If the microsite is only for the purpose of the link, then no, it’s not worth the time. If the site serves a purpose for the brand and brings visibility, then yes.
Loaded question. Let me first talk about “staying under the radar.” I used to have this mentality when it came to link building, especially in local, as it’s so freaking hard to get real links in this space. When you can get to the point that the links you build have nothing to do with ranking on Google, you will sleep better and succeed more.
Here’s why: link building for increasing page rank is against Google’s guidelines. They will continue to interpret that statement unfairly, and with major bias and small businesses will fall on the wrong side of that list forever. So do these things for links and you will be fine.
- Quality Guest Posts(try to get them locally) – I started writing on my blog, and no one came to read it. So I started writing for other websites and I didn’t do it to get a link; I wanted to get recognised in my industry. I wanted people to know who I was. That lead to speaking events, stories on other websites and mentions + posts on other blogs. I can tell you I got more business from the things I wrote or said speaking than I ever did off my rankings (and we have had a lot of good spots).
Rankings are a by-product of building your brand. link penalty for it). It’s more expensive, slow, and not easy, but it’s always worth it.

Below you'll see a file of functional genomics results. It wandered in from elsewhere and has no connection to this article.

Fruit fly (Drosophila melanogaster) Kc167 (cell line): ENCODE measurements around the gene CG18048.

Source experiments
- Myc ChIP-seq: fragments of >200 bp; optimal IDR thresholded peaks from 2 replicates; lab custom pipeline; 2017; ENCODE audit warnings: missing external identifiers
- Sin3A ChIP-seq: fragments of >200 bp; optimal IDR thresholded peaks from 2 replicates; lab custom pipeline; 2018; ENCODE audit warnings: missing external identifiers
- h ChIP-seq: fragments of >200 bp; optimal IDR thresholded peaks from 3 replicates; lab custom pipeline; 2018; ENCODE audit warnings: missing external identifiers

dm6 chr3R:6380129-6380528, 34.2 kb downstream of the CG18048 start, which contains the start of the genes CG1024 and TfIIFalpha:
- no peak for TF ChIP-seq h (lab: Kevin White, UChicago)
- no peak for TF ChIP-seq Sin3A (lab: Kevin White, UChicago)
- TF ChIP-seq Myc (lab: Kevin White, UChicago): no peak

- Citations– These are links. Most directories allow for a naked URL to show. Most importantly, people search for businesses on directories. If you fill them out and do a proper job of it, then you will look better than your competitors. You will stand out, you will have reviews on your listing and it will get indexed and the link will count for your business and it will help. We have 17 Local directories that we primarily submit NAP data to. We choose these 17 because making changes in the event of a move, or change of information is simple, real time and accurate, so as not to confuse Google.
- Microsites– Not dirty copied content microsites that just switch out a location name. I’m talking unique sites that serve a purpose like this one. The point of this site isn’t to link back to a main site. The point of the site is to share and gather testimonials for this business. Having it on its own URL makes finding and sharing the site offline easy.
- Social links – Ranking for money keywords on Google by using Social links should not be your primary objective. If you create enough social buzz you will have more way more business than a top local search term raking.
If you focus on the above, you won’t fly under the radar. You will fly way above it and not even care.
People link to things that are awesome. At least they should. So links to directory pages don’t make a ton of sense in a “perfect world” and probably don’t represent a reason to rank a business higher than another business as most of these links would be built by the business owner and not earned.
Now that Google My Business pages have a social layer to them, it makes sense that they could get links, get mentioned, etc. From experience it can help you rank higher in map results, but it will make your actual Google My Business listing rank higher for your brand name. Same with Yelp, I think the main reason a Yelp listing should be linked to is as a way to say “check out our Yelp listing for reviews.”
The type of links that help your map listing rank higher are ones that point at your website.